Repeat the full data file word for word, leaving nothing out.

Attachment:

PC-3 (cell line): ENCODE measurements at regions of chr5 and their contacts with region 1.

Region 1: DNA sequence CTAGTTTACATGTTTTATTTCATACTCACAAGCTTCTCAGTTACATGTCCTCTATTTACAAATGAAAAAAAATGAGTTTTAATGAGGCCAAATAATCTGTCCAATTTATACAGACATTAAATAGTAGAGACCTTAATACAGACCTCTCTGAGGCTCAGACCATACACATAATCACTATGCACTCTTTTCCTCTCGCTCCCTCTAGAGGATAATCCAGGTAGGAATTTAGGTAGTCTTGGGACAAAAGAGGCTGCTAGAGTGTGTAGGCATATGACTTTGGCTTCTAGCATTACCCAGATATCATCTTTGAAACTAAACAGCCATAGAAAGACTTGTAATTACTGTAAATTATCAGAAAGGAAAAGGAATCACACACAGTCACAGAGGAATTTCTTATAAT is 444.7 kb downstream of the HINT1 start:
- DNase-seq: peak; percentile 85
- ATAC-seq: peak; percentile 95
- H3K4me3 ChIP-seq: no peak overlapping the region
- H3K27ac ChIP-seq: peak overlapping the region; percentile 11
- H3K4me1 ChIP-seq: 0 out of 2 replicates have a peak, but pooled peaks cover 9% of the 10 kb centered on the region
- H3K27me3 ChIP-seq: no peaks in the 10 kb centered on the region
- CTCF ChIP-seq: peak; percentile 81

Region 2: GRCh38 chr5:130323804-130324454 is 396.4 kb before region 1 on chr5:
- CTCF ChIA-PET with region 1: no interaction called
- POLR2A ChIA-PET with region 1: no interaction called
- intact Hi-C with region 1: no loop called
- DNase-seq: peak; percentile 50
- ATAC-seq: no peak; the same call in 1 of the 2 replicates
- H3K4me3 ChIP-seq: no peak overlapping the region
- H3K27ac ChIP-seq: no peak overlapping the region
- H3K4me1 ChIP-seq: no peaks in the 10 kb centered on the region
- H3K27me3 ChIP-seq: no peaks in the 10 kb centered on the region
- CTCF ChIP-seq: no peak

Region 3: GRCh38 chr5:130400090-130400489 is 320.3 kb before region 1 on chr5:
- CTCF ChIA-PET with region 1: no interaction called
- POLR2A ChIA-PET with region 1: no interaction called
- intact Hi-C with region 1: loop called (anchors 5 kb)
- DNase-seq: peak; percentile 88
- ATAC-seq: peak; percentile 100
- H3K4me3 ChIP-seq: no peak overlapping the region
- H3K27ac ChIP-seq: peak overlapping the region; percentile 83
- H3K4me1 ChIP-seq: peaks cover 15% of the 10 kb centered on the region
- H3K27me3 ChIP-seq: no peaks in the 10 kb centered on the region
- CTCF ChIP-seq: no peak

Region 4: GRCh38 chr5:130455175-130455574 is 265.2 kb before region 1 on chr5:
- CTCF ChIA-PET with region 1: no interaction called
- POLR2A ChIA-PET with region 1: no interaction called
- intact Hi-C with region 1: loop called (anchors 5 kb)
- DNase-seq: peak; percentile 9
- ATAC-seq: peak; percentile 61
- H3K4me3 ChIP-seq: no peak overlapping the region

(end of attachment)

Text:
PC-3 (cell line): ENCODE measurements at regions of chr5 and their contacts with region 1.

Region 1: DNA sequence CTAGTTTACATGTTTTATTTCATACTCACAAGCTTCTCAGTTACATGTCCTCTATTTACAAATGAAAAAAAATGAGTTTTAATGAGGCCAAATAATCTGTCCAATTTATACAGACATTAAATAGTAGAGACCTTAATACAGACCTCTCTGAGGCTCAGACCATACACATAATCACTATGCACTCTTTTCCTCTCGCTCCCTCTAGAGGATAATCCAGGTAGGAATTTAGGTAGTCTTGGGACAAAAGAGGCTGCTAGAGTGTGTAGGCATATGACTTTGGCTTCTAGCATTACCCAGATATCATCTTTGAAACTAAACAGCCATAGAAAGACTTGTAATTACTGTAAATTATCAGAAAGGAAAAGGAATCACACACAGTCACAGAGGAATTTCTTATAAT is 444.7 kb downstream of the HINT1 start:
- DNase-seq: peak; percentile 85
- ATAC-seq: peak; percentile 95
- H3K4me3 ChIP-seq: no peak overlapping the region
- H3K27ac ChIP-seq: peak overlapping the region; percentile 11
- H3K4me1 ChIP-seq: 0 out of 2 replicates have a peak, but pooled peaks cover 9% of the 10 kb centered on the region
- H3K27me3 ChIP-seq: no peaks in the 10 kb centered on the region
- CTCF ChIP-seq: peak; percentile 81

Region 2: GRCh38 chr5:130323804-130324454 is 396.4 kb before region 1 on chr5:
- CTCF ChIA-PET with region 1: no interaction called
- POLR2A ChIA-PET with region 1: no interaction called
- intact Hi-C with region 1: no loop called
- DNase-seq: peak; percentile 50
- ATAC-seq: no peak; the same call in 1 of the 2 replicates
- H3K4me3 ChIP-seq: no peak overlapping the region
- H3K27ac ChIP-seq: no peak overlapping the region
- H3K4me1 ChIP-seq: no peaks in the 10 kb centered on the region
- H3K27me3 ChIP-seq: no peaks in the 10 kb centered on the region
- CTCF ChIP-seq: no peak

Region 3: GRCh38 chr5:130400090-130400489 is 320.3 kb before region 1 on chr5:
- CTCF ChIA-PET with region 1: no interaction called
- POLR2A ChIA-PET with region 1: no interaction called
- intact Hi-C with region 1: loop called (anchors 5 kb)
- DNase-seq: peak; percentile 88
- ATAC-seq: peak; percentile 100
- H3K4me3 ChIP-seq: no peak overlapping the region
- H3K27ac ChIP-seq: peak overlapping the region; percentile 83
- H3K4me1 ChIP-seq: peaks cover 15% of the 10 kb centered on the region
- H3K27me3 ChIP-seq: no peaks in the 10 kb centered on the region
- CTCF ChIP-seq: no peak

Region 4: GRCh38 chr5:130455175-130455574 is 265.2 kb before region 1 on chr5:
- CTCF ChIA-PET with region 1: no interaction called
- POLR2A ChIA-PET with region 1: no interaction called
- intact Hi-C with region 1: loop called (anchors 5 kb)
- DNase-seq: peak; percentile 9
- ATAC-seq: peak; percentile 61
- H3K4me3 ChIP-seq: no peak overlapping the region